A Simple Auto-tuner
Correct errors in your notes with a click of the mouse.
DOWNLOAD ASIOTune.zip vers. 1.06
The software works like any audio editor and is intuitive to use. Simply select a note by highlighting it with the left mouse button, then click on the highlighted area with the right mouse button. If the note can be identified, it will show the current note value on The Even Tempered Scale. At the same time a tuning menu will appear that permits you to change it to some other specific note value or adjust it up or down some number of semitones. See the example in the screen shot above. The vocalist intended a natural B but it came out a bit sharp. B is selected in the tuning dialog, poised to correct it. Click OK on the dialog, and the sharpness is gone. Select a wider swath of the musical phrase and loop through it while listening to your edit. If satisfied, move on to examine some other part of the track, or save it out to disk. Experiment and tweak at will. You can always undo your last edit - even while listening to the change - by pressing 'U' on your keyboard (not case sensitive) or selecting "Undo Tuning" from the File menu.
Before you begin, set your ASIO sample rate to 44100, and I would suggest a buffer size of 256. Now select your device and load in wav or mp3 files or record up to one hour. If your source material is not at that sample rate, it will automatically be resampled to 44100 samples per second, but it must be 16 bit mono or stereo. Recording is in stereo. While playing you can zoom in and out or resize, but when in record mode everything is fixed for the duration of the recording. Even if you don't have ASIO, you can still load in a file and examine it, or even tune it, but of course you won't be able to hear what you are doing until you save it out and load it into your audio player. If you don't have an ASIO driven sound card, try installing the ASIO4All driver to adapt your existing sound card.
To verify this software functions as advertised experiment with these MIDI guitar notes . Try this file of a tune composed of pure sine waves and you will see that every note can be identified within a cent or two, but don't expect note identification in natural material to be accurate down to the last cent. In any event, trust your ears first, of course. As you must know, the Even Tempered Scale is only an artificially imposed compromise in a world where artists will naturally tend toward real harmonic relationships that often fall off the Even Tempered Scale.
If you are having difficulty reading a note that you think should be determinable, try selecting only different parts of that note - at least to read it. For best results, select at the zero crossings. Only pure notes can be identified, whether voice, guitar, piano, etc. If there is roughness, noise, accompaniment or a rhythm track in the background, there is no way to identify the note value. However, you should still be able to at least change the pitch.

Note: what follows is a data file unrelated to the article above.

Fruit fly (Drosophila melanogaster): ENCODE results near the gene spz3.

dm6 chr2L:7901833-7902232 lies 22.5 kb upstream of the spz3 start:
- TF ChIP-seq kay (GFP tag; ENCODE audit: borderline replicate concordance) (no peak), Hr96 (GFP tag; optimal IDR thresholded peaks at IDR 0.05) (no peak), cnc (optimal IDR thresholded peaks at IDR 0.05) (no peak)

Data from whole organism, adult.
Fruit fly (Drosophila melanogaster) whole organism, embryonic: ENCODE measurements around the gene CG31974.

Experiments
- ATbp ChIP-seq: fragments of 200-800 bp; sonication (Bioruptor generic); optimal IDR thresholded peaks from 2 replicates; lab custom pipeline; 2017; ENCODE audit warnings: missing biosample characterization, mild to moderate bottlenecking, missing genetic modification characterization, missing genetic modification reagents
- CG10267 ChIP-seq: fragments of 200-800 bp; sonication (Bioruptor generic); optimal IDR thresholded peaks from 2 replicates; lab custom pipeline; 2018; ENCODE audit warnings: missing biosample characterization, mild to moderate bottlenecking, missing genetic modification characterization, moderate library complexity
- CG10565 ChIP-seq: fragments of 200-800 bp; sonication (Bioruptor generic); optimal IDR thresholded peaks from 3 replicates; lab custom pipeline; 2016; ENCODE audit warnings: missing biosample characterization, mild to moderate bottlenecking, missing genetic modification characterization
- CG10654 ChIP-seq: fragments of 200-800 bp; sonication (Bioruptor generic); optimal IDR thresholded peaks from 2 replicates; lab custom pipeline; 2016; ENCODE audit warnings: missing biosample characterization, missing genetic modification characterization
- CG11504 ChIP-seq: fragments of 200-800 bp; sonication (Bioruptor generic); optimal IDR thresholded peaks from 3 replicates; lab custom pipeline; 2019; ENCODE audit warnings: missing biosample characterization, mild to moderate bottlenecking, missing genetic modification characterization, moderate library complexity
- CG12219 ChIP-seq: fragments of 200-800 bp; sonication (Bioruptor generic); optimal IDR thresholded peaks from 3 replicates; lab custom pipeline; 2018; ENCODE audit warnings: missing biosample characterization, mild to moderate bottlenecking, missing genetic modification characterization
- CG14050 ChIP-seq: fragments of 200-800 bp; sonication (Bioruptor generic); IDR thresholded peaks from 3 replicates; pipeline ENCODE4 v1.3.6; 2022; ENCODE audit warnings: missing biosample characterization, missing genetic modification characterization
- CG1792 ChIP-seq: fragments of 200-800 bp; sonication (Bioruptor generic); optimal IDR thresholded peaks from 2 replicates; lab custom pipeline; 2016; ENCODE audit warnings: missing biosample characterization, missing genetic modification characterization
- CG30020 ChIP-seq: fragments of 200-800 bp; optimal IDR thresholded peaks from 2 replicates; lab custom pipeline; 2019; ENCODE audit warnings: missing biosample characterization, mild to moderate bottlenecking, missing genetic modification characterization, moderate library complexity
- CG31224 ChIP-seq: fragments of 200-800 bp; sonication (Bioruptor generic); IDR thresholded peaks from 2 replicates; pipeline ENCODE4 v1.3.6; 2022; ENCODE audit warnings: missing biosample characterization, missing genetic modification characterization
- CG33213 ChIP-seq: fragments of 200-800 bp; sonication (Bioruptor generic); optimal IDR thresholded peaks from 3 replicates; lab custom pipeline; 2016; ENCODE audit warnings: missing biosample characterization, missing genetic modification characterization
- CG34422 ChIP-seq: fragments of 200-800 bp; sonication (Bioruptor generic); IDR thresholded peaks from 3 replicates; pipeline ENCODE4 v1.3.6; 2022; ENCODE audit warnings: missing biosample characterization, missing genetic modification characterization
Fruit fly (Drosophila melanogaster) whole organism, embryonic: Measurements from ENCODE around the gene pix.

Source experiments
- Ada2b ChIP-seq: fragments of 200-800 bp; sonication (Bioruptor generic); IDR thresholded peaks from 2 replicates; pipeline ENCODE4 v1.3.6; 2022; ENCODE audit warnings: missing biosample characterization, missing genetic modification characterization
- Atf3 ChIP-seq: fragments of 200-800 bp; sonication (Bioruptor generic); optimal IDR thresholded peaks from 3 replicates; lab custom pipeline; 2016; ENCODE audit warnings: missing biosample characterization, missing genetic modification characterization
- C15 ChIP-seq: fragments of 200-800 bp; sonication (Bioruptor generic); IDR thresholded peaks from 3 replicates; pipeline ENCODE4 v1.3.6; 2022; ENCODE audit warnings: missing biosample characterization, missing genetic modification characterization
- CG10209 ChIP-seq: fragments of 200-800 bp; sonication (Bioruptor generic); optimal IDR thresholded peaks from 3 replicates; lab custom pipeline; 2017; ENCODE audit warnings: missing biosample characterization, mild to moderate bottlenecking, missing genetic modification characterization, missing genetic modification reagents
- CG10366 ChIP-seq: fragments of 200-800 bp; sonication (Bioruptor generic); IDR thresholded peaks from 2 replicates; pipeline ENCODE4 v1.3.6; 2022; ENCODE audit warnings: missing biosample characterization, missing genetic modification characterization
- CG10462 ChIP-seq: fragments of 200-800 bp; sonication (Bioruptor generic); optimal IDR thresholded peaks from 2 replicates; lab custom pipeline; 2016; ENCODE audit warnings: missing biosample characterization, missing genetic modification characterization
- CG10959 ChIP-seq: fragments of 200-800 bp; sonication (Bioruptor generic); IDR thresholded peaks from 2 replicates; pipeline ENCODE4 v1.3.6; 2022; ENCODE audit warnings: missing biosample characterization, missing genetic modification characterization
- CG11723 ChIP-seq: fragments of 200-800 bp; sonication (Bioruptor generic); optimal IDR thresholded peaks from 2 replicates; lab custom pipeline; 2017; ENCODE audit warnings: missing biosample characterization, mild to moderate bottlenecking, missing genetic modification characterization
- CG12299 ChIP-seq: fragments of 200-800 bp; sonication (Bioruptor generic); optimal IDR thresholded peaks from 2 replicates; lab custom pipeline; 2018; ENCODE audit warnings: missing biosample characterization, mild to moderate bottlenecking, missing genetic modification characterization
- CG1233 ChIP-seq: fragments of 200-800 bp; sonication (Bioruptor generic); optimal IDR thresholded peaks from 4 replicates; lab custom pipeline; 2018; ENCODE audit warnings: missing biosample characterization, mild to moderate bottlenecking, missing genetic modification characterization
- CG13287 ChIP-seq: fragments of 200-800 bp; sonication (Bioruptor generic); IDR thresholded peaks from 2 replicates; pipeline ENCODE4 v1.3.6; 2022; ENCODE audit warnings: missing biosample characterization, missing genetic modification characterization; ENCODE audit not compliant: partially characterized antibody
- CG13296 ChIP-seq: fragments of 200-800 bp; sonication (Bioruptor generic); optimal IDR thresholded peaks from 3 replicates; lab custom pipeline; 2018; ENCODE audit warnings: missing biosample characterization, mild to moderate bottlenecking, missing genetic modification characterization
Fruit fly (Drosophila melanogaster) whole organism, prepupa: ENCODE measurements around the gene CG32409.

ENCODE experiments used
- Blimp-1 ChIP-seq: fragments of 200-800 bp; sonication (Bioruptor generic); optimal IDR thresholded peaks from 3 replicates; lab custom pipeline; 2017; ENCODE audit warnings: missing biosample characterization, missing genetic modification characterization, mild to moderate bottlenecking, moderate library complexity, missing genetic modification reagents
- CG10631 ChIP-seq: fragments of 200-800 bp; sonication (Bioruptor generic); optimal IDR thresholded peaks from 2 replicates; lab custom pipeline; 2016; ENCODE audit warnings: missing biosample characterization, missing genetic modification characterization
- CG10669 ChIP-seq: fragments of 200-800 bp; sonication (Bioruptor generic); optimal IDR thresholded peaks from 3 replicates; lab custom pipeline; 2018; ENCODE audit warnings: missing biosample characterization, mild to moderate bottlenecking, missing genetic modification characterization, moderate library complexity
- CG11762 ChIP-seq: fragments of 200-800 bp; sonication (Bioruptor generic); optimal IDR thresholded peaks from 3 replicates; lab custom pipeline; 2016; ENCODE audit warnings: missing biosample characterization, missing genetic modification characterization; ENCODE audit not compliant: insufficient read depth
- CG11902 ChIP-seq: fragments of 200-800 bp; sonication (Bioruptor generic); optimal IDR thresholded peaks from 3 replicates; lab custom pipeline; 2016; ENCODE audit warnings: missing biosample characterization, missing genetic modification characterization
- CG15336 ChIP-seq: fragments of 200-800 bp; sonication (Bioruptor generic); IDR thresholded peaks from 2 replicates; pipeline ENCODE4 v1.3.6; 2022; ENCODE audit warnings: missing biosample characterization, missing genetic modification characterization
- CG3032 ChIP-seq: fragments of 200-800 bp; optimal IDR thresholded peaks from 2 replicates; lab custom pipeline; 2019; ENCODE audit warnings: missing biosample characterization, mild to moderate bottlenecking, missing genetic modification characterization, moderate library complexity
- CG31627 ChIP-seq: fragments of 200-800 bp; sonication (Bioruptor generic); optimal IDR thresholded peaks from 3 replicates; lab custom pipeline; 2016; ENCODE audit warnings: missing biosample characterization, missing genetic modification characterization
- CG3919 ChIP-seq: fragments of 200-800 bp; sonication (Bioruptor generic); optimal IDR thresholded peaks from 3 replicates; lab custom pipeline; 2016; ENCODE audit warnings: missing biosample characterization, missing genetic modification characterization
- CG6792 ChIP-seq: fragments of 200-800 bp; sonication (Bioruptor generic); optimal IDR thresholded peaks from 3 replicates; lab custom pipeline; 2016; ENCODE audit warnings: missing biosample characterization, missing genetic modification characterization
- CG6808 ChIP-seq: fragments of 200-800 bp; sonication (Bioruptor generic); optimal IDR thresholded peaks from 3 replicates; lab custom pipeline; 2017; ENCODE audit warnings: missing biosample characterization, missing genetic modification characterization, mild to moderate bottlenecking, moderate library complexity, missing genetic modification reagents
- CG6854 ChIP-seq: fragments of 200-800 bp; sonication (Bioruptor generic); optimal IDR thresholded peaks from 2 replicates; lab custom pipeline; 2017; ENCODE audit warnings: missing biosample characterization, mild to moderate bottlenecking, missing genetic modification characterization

After selecting an area, you can click on the ends of the scroll bar to adjust your selection or use the left and right cursor keys (assuming the scroll bar has the focus). By the way: There is a minimum size to what you can select. If you try to select a smaller segment, the highlight will expand to fill the minimum requirement. This should not be a concern. After all, we are selecting musical notes here, and notes are composed of some significant number of samples normally well beyond the minimum currently set.
Recordings are automatically made in stereo. If the output of your microphone runs to both channels, then you will have the same audio in the left and right channels. This gives you the opportunity to tune notes differently on the right than on the left to create harmonies.
Finally, you can select a number of notes in a row, put the expected note values in the tuning dialog, and correct them all at the same time. You may hear one note "glide" up or down to the next, over the glide duration you set in the tuning dialog - at times giving a bit of the "Cher" effect. You can experiment with singing deliberately off key and tuning this way to produce such vocal effects as made famous in Cher's song "Do You Believe".
A few little details...
With your help, this software may evolve. Feel free to email me with your comments, questions, or suggestions. Really - I would appreciate your feedback!
Last updated 11 June 2011